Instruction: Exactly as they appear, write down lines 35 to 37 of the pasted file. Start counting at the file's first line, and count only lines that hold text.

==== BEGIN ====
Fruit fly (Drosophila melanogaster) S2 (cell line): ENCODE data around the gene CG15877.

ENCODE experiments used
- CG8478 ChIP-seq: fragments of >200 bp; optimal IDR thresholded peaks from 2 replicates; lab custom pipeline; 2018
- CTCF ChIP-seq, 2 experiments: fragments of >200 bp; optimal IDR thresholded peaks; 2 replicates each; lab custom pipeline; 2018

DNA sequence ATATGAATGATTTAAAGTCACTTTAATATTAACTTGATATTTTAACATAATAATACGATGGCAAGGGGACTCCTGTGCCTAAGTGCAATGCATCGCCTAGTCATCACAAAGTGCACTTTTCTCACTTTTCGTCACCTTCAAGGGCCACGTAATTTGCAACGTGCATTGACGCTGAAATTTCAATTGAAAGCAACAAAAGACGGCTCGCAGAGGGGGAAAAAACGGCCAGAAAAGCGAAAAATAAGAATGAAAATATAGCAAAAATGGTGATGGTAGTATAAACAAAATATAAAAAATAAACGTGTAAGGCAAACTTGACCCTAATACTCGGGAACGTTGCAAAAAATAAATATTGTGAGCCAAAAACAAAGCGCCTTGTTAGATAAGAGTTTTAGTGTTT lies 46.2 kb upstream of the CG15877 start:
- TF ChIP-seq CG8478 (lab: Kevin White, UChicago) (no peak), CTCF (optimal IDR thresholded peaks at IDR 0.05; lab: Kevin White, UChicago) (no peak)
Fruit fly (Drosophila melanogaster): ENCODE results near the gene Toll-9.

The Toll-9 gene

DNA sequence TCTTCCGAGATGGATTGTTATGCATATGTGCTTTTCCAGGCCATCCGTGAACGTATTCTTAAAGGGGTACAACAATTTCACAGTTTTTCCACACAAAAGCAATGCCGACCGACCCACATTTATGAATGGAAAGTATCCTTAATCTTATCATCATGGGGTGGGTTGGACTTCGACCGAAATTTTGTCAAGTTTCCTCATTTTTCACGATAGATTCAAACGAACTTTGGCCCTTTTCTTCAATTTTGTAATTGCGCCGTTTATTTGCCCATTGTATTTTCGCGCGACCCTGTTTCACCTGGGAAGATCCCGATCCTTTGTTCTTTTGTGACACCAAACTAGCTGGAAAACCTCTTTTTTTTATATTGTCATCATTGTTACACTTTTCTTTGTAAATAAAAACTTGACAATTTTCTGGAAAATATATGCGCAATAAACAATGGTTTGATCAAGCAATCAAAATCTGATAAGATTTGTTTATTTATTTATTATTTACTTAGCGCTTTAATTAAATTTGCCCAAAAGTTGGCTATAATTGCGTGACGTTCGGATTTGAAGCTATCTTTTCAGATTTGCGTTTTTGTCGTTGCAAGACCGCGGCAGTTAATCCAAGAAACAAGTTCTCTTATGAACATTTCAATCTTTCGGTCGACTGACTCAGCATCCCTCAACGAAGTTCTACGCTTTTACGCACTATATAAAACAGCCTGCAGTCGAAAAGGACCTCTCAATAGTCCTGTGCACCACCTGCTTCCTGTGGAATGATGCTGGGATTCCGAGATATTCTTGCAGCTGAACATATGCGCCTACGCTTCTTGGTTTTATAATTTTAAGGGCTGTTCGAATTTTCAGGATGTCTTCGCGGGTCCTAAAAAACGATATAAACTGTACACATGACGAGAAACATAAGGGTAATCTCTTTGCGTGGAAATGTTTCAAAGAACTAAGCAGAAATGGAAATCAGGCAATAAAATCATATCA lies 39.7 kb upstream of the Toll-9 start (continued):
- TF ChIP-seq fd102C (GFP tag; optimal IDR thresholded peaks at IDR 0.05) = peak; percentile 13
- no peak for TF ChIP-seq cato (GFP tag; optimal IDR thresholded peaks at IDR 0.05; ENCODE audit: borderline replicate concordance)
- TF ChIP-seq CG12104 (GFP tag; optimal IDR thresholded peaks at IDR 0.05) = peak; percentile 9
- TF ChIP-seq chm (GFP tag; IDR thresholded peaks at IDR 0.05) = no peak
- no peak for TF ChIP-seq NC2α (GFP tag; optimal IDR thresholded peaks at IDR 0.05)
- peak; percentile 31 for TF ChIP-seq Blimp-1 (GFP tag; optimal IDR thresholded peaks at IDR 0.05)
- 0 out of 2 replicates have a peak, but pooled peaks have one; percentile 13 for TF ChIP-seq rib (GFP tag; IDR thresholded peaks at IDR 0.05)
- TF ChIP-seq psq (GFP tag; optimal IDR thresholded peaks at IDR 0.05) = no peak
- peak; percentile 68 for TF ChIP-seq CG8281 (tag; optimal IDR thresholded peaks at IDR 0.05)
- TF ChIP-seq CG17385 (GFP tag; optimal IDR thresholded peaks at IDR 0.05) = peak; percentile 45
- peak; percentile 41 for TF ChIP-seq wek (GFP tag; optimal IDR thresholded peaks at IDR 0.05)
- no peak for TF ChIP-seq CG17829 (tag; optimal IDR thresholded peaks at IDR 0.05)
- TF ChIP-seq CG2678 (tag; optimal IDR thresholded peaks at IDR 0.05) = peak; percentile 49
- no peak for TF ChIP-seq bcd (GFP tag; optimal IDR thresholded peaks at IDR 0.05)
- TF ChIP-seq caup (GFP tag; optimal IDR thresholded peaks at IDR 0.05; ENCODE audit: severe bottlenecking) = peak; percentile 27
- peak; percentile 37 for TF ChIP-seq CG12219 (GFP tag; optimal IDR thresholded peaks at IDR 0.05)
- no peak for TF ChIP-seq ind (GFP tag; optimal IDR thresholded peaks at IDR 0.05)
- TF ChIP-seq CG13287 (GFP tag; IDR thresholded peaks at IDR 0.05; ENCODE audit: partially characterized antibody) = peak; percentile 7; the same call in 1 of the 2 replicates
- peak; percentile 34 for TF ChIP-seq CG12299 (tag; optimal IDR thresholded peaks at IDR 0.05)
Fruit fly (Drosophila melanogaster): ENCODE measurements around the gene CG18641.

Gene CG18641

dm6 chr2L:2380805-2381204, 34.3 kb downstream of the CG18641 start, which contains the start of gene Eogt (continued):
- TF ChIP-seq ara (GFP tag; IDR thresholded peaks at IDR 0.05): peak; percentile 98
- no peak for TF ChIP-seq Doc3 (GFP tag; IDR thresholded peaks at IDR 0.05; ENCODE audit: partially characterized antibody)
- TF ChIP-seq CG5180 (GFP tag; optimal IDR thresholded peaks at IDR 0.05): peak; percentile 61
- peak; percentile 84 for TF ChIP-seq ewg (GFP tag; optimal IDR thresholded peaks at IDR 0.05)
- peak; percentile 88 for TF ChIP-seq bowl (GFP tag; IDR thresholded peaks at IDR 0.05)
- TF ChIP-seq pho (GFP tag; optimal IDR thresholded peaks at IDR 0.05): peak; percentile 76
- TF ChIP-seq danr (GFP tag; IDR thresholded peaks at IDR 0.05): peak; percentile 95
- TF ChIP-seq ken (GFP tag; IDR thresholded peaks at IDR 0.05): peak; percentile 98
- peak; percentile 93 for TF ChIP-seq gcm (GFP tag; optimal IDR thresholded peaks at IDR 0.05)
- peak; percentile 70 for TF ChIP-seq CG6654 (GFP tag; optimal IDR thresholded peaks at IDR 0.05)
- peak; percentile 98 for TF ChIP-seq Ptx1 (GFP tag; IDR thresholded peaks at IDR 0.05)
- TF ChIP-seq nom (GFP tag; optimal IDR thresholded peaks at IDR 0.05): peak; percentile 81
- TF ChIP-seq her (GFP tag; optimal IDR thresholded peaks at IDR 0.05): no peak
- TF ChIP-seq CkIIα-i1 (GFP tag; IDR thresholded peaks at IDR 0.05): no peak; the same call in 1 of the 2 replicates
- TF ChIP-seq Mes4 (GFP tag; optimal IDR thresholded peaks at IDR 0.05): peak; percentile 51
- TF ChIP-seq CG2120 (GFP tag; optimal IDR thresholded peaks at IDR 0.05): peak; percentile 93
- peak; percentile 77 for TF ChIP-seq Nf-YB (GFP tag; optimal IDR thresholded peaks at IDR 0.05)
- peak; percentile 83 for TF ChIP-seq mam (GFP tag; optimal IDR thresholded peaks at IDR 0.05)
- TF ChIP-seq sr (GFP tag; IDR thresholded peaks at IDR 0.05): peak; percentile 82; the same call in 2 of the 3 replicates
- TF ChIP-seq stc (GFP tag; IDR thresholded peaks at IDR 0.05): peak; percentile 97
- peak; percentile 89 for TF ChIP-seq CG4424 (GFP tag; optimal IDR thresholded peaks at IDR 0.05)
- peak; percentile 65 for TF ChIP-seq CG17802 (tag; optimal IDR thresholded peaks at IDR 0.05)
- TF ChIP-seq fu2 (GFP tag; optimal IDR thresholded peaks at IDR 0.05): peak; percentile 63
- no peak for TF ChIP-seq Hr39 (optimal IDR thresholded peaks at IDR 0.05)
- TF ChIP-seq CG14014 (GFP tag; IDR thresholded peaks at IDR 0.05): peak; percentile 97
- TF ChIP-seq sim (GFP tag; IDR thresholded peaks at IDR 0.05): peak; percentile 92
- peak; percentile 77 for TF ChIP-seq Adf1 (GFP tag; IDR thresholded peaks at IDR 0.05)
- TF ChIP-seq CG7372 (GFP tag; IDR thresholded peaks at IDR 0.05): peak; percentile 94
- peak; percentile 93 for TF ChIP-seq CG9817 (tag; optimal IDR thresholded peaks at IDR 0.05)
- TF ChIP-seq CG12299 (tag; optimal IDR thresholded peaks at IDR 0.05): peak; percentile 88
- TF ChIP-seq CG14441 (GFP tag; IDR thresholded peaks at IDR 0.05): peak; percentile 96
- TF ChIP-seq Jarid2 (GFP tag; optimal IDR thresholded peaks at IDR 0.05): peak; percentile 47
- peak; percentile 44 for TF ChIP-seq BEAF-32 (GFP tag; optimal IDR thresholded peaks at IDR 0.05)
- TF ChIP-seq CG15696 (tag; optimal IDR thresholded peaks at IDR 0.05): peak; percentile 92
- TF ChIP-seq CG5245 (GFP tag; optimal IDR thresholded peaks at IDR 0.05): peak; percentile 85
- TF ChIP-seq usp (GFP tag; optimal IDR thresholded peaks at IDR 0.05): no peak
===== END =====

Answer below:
- peak; percentile 84 for TF ChIP-seq ewg (GFP tag; optimal IDR thresholded peaks at IDR 0.05)
- peak; percentile 88 for TF ChIP-seq bowl (GFP tag; IDR thresholded peaks at IDR 0.05)
- TF ChIP-seq pho (GFP tag; optimal IDR thresholded peaks at IDR 0.05): peak; percentile 76